Emmo manipulated the system to force Cap’s hand. Cap had to choose “follow the new law” (which he never agreed to do) or follow his principles. Would he let the authorities gun down an unconvicted man? (Face it. We all knew Bucky had to be innocent since he was in Bucharest while the UN was bombed in Vienna.)

Cap felt it was his duty to bring Bucky in because he would have the best chance of doing so without collateral damage (and isn’t that was the muckety-mucks were supposedly screaming about?). He went to Bucky’s apartment with the intention of taking him to the authorities.

Image from Marvel-movies
Image from Marvel-movies

Would he have protected a perfect stranger with the same vigor? I would say yes. Because that is who he is. He’s the defender of the weak, protector of freedom and upholder of justice. Even though the filmmakers have tried to paint him in a different light in this movie.

Another reason Emmo chose to frame Bucky was because he needed the information about the other winter soldiers. The fact that he knew Cap would feel compelled to protect him, even if it meant going against the rest of the team, was an additional bonus.

The logic behind Emmo’s knowledge is another shortfall in this film. How did he know about the Starks’ murder ahead of time? The video footage was an essential part of guaranteeing a fight between Tony and Steve.

On my second viewing of the movie, I did catch how Emmo ordered breakfast from Russia. This insured that room service would discover the dead psychiatrist thus alerting the Avengers that everything had been a set up.

But the power-jealous authorities won’t see it that way. And that’s why Captain America had to step outside the law to deal with this villain.

Is my infatuation with Cap blinding me to this bromance-inspired revolt? I don’t think so.

What do you think? Were the motives for Tony and Cap realistic? Do you think Cap would have signed the treaty if Bucky wasn’t in danger?

Captain America: Vigilante or Hero?

On May 6, 2016, the newest Captain America film hit local theaters. People were challenged to choose a side in this Superhero Civil War. Would you be #TeamCap or #TeamIronMan?

If you read my post after I watched the second Captain America movie, you recall that I dubbed Captain America the perfect superhero. I will be quoting that post here.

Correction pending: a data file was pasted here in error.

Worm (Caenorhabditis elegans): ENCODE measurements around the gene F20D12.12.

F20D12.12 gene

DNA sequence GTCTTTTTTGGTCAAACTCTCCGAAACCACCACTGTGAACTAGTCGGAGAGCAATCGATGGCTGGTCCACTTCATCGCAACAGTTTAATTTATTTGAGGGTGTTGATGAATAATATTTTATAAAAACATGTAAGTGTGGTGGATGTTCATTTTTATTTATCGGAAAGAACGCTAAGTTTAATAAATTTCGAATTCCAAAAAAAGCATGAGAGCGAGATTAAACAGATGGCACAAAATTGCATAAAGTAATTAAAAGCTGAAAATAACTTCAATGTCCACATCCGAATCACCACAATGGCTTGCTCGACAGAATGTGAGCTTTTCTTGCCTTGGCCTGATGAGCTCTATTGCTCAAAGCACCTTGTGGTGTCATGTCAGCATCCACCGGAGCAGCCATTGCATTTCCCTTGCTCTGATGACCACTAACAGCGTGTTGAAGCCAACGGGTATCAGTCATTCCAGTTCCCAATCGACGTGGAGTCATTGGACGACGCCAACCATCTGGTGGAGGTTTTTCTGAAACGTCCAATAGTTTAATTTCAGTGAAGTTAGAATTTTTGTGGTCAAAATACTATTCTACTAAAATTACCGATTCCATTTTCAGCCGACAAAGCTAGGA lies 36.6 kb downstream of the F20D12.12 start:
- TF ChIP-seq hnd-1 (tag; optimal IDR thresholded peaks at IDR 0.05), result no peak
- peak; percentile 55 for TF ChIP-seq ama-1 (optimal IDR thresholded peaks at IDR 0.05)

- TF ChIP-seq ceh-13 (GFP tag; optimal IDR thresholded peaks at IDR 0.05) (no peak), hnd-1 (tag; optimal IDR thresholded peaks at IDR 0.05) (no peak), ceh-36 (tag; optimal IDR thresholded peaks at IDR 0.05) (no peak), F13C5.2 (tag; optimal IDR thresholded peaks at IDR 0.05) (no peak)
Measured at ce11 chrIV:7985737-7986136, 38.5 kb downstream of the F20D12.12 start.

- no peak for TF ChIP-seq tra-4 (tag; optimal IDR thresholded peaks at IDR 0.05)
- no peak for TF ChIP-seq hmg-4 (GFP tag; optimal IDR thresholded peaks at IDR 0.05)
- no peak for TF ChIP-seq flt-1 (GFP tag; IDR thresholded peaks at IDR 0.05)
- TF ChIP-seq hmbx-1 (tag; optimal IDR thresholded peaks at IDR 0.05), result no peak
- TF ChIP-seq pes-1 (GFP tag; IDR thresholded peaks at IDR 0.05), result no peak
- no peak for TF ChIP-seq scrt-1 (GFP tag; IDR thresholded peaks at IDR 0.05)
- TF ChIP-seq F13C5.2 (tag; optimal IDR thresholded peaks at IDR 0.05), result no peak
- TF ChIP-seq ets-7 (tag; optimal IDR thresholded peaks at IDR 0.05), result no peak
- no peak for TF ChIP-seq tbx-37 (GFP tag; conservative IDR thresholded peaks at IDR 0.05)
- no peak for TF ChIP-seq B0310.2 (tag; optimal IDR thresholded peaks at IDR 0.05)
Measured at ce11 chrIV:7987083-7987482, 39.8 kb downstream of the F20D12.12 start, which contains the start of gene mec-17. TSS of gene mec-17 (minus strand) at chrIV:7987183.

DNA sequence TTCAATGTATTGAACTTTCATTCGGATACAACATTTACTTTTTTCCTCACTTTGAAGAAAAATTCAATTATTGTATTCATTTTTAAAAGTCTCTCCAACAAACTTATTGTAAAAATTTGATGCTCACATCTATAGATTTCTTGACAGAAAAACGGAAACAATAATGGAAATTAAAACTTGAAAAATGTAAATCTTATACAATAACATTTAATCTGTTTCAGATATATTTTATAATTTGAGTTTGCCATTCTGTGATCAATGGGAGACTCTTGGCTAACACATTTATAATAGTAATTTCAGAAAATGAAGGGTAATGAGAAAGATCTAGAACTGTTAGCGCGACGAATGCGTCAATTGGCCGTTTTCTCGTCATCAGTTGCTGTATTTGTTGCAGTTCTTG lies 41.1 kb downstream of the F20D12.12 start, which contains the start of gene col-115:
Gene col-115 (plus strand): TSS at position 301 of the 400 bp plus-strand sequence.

After Marvel’s movie makers changed the terms of being a hero, do I still believe Cap is a model superhero? Did the signing of some UN treaty suddenly make following his own moral compass illegal?

Being a Hero

Image from Marvel-movies
Image from Marvel-movies

In my earlier post, I claimed Captain America was a hero because of these three things:

  1. He fights for justice for everyone
  2. He doesn’t use his power for selfish reasons
  3. He won’t compromise his personal integrity for anyone

However, if the governments of 117 countries decide that he doesn’t have the right to do these things, is he bound to follow them because they are suddenly the majority?

That’s what this movie is all about. Once again, it challenges the idea that a person can be loyal to two people who are at odds with each other. What if they are both right? Whose side do you stand on?

At one point, Iron Man asked Black Widow if she could bring the Hulk in on their team. Her reply, “How do you know he’d choose your side?”

Cap didn’t want his friends to be divided, but they chose to stand with him because they’re friends. This meant friends faced off with friends. Isn’t this something that happens in real life? You side with one friend for whatever reason – and it isn’t just because they’re your friend.

What reason would a hero have for standing against his friends? See number one and three above. He believed it was the just thing and his integrity is not for sale to the highest bidder.

Being a Vigilante

Hero or Vigilante?
Hero or Vigilante?